It’s quicker, cheaper, more powerful, and sounds miles better than the four-banger in the Porsche corner.
A gorgeous futuristic interior peeled straight out of our wildest iRobot fantasies and a rich blend of angular yet smooth lines of the current R8 may have made every critic of Audi’s feminine design approach a believer, but to most, the Mk2 generation TT was still too rounded to look the least bit tough. To some, it even echoed the design approach of the Volkswagen Beetle, but thankfully Audi remedied that with the more confident looking Mk3 released late in 2014.
While Audi spent plenty of time talking about the ultra-rapid RS version that would soon make it to market, the automaker has just backed up that talk by announcing the US launch of the mid-engine 2018 TT RS ahead of its official debut at the upcoming 2017 New York Auto Show. In terms of hardware, there isn’t much we haven’t already heard about the car. Four wheels will be supplied by a steady stream of 400 horsepower and 354 lb-ft of torque courtesy of a 2.5-liter turbocharged inline-five engine. The TT RS’s main competitor, the Porsche Cayman S, has both less power and a more conventional turbo four in its midsection, which means it sounds nowhere near as good as the five-cylinder.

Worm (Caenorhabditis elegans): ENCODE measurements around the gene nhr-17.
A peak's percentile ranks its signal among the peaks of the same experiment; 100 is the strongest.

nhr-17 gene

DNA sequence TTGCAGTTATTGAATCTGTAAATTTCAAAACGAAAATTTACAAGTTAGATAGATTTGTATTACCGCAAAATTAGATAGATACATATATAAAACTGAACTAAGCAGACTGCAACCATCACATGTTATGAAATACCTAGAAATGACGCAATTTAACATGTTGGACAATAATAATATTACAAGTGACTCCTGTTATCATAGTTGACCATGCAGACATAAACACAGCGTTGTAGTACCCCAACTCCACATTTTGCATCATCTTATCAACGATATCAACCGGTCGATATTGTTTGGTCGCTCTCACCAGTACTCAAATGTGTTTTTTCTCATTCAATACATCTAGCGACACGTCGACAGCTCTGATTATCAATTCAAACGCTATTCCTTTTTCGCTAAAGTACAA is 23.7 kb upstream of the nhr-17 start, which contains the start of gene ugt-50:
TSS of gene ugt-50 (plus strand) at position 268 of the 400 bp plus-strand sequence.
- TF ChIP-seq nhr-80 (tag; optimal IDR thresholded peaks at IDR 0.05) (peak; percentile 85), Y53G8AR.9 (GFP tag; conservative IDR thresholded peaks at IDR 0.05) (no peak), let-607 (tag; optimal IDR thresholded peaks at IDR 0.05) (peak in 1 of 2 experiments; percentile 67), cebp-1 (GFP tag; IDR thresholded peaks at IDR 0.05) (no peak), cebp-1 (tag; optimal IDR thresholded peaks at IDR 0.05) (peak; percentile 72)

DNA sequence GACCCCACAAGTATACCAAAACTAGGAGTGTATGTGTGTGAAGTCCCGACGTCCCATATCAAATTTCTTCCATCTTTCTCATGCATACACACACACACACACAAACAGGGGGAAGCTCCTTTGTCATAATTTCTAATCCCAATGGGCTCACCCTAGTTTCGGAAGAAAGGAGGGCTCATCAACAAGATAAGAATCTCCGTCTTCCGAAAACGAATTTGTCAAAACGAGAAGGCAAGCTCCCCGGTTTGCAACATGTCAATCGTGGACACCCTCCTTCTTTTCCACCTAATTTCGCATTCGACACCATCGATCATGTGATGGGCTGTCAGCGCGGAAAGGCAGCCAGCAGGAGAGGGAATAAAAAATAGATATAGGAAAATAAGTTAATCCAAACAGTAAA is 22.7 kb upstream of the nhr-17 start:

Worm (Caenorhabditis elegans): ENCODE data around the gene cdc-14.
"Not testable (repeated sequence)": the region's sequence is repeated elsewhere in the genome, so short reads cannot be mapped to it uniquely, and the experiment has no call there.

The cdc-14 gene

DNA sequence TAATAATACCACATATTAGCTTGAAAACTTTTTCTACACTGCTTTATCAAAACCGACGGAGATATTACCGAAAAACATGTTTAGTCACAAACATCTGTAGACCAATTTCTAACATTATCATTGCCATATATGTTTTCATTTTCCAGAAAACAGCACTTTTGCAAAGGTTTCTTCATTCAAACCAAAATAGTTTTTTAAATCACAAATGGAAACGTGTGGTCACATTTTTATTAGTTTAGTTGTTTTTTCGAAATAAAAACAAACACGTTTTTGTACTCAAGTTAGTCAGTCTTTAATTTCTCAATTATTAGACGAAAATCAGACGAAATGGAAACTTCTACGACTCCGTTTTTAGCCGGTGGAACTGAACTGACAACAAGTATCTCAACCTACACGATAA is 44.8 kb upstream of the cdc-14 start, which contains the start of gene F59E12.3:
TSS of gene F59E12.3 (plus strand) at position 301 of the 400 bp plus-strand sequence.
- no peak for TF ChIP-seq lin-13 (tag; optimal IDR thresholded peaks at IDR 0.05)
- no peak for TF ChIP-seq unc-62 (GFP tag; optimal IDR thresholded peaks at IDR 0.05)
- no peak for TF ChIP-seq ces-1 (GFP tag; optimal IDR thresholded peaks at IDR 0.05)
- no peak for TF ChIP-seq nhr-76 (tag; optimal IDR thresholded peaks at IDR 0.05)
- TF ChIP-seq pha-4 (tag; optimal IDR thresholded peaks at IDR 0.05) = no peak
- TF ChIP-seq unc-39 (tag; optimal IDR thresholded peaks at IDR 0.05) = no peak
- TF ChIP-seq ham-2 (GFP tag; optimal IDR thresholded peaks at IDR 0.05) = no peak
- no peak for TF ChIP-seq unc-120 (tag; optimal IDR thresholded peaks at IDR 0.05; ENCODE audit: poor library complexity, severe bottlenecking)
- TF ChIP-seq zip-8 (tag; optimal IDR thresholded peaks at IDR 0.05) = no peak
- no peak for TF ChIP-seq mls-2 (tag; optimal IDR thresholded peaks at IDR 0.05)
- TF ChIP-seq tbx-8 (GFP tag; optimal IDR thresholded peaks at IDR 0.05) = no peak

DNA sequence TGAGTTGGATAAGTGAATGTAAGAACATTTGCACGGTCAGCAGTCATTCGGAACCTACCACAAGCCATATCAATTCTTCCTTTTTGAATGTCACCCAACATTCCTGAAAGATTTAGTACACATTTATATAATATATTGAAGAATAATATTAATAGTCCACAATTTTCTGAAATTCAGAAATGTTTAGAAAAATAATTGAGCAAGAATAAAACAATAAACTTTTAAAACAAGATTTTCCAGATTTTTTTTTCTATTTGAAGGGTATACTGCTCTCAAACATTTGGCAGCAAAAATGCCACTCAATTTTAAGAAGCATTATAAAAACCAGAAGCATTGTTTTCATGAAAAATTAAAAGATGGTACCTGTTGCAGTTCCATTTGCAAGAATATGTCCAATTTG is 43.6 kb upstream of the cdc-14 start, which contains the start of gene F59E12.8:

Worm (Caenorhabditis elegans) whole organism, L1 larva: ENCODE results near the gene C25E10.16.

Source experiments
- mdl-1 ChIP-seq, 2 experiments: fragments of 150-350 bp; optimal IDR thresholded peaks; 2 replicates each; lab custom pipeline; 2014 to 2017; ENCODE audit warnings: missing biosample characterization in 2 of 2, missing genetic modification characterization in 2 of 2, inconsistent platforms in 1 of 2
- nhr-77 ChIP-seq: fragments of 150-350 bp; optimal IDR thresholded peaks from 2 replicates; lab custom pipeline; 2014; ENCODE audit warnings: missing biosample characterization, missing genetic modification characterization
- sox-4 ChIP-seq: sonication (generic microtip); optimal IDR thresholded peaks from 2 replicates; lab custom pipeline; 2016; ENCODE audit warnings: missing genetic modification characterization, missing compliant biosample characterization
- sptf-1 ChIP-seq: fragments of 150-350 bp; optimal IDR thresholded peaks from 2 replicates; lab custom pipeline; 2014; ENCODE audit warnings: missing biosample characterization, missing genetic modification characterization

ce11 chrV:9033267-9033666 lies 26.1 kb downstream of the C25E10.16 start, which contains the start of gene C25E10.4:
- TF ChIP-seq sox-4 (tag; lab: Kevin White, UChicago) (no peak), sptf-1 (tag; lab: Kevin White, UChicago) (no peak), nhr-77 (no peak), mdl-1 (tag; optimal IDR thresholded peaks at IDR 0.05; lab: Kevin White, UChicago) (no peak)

A quick listen to the two cars side by side confirms Porsche fan's worst nightmares. Despite the lack of balance, Audi engineers have managed to harness the chaotic engine and channel its power through a clever all-wheel drive system that helps anchor the lightweight aluminum-framed coupe in the corners and rocket it to 60 mph from a dead stop in 3.6 seconds before topping out at 155 mph or 174 mph when optioned with the Dynamic plus package. Orchestrating the entire show is a seven-speed dual-clutch automatic, and while the quattro all-wheel drive system reserves the right to send nearly all of the power to the rear wheels when it senses the need for it, the TT, like all other Audis, will not come with a drift mode.
It will, however, install four drive modes including Comfort, Auto, Dynamic, and Individual in order to get the software to properly sort the hardware to meet driver requirements. A starting price of $64,900 is a direct argument against the less powerful $67,700 Porsche 718 Cayman and should be a lesson to Porsche that it should probably find a way to make its small displacement cars sound better. If a Fiat 500 Abarth can do it, we’re sure Stuttgart can manage.